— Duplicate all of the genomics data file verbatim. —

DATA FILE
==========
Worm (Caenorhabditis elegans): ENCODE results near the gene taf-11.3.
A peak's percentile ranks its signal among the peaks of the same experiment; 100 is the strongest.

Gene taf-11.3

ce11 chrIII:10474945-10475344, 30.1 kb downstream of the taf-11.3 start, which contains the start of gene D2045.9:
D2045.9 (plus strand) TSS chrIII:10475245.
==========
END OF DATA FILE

Worm (Caenorhabditis elegans): ENCODE results near the gene taf-11.3.
A peak's percentile ranks its signal among the peaks of the same experiment; 100 is the strongest.

Gene taf-11.3

ce11 chrIII:10474945-10475344, 30.1 kb downstream of the taf-11.3 start, which contains the start of gene D2045.9:
D2045.9 (plus strand) TSS chrIII:10475245.